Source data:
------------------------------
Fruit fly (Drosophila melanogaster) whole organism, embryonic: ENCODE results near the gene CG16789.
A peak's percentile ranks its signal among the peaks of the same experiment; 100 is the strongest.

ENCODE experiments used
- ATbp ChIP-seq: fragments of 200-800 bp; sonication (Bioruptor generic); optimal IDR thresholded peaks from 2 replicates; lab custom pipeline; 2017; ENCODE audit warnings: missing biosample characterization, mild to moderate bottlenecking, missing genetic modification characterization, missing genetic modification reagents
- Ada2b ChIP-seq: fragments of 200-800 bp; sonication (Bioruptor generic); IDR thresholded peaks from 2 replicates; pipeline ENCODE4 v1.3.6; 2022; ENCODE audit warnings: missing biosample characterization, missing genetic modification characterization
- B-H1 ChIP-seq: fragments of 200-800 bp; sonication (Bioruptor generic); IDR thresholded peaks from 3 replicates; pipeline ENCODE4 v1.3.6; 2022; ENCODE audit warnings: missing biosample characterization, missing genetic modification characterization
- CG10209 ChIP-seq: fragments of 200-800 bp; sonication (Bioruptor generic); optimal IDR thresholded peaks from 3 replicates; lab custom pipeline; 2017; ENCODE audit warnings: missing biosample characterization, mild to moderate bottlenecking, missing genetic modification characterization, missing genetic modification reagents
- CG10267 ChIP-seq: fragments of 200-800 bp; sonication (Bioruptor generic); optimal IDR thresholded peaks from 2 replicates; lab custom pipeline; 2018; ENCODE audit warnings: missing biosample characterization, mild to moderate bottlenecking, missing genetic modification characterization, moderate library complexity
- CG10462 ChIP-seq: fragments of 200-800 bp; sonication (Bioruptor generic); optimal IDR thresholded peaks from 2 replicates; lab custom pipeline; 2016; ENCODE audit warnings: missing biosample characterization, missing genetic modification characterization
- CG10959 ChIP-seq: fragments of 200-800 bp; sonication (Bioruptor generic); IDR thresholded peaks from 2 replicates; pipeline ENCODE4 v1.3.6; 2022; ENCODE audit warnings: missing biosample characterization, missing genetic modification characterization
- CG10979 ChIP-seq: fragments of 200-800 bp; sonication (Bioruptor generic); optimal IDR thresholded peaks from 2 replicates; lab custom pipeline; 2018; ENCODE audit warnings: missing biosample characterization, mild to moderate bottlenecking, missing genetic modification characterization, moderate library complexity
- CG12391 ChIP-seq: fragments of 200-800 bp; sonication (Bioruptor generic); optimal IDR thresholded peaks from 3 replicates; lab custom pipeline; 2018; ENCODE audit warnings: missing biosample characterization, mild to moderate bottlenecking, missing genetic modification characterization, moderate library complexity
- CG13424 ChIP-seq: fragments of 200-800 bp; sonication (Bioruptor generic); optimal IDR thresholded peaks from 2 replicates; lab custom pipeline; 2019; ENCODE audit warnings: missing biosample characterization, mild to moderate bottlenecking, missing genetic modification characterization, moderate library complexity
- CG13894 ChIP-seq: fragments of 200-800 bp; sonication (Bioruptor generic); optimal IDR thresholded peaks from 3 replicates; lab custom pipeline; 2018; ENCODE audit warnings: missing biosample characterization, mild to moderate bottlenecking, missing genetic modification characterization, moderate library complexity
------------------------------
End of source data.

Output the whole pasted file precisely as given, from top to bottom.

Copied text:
Fruit fly (Drosophila melanogaster) whole organism, embryonic: ENCODE results near the gene CG16789.
A peak's percentile ranks its signal among the peaks of the same experiment; 100 is the strongest.

ENCODE experiments used
- ATbp ChIP-seq: fragments of 200-800 bp; sonication (Bioruptor generic); optimal IDR thresholded peaks from 2 replicates; lab custom pipeline; 2017; ENCODE audit warnings: missing biosample characterization, mild to moderate bottlenecking, missing genetic modification characterization, missing genetic modification reagents
- Ada2b ChIP-seq: fragments of 200-800 bp; sonication (Bioruptor generic); IDR thresholded peaks from 2 replicates; pipeline ENCODE4 v1.3.6; 2022; ENCODE audit warnings: missing biosample characterization, missing genetic modification characterization
- B-H1 ChIP-seq: fragments of 200-800 bp; sonication (Bioruptor generic); IDR thresholded peaks from 3 replicates; pipeline ENCODE4 v1.3.6; 2022; ENCODE audit warnings: missing biosample characterization, missing genetic modification characterization
- CG10209 ChIP-seq: fragments of 200-800 bp; sonication (Bioruptor generic); optimal IDR thresholded peaks from 3 replicates; lab custom pipeline; 2017; ENCODE audit warnings: missing biosample characterization, mild to moderate bottlenecking, missing genetic modification characterization, missing genetic modification reagents
- CG10267 ChIP-seq: fragments of 200-800 bp; sonication (Bioruptor generic); optimal IDR thresholded peaks from 2 replicates; lab custom pipeline; 2018; ENCODE audit warnings: missing biosample characterization, mild to moderate bottlenecking, missing genetic modification characterization, moderate library complexity
- CG10462 ChIP-seq: fragments of 200-800 bp; sonication (Bioruptor generic); optimal IDR thresholded peaks from 2 replicates; lab custom pipeline; 2016; ENCODE audit warnings: missing biosample characterization, missing genetic modification characterization
- CG10959 ChIP-seq: fragments of 200-800 bp; sonication (Bioruptor generic); IDR thresholded peaks from 2 replicates; pipeline ENCODE4 v1.3.6; 2022; ENCODE audit warnings: missing biosample characterization, missing genetic modification characterization
- CG10979 ChIP-seq: fragments of 200-800 bp; sonication (Bioruptor generic); optimal IDR thresholded peaks from 2 replicates; lab custom pipeline; 2018; ENCODE audit warnings: missing biosample characterization, mild to moderate bottlenecking, missing genetic modification characterization, moderate library complexity
- CG12391 ChIP-seq: fragments of 200-800 bp; sonication (Bioruptor generic); optimal IDR thresholded peaks from 3 replicates; lab custom pipeline; 2018; ENCODE audit warnings: missing biosample characterization, mild to moderate bottlenecking, missing genetic modification characterization, moderate library complexity
- CG13424 ChIP-seq: fragments of 200-800 bp; sonication (Bioruptor generic); optimal IDR thresholded peaks from 2 replicates; lab custom pipeline; 2019; ENCODE audit warnings: missing biosample characterization, mild to moderate bottlenecking, missing genetic modification characterization, moderate library complexity
- CG13894 ChIP-seq: fragments of 200-800 bp; sonication (Bioruptor generic); optimal IDR thresholded peaks from 3 replicates; lab custom pipeline; 2018; ENCODE audit warnings: missing biosample characterization, mild to moderate bottlenecking, missing genetic modification characterization, moderate library complexity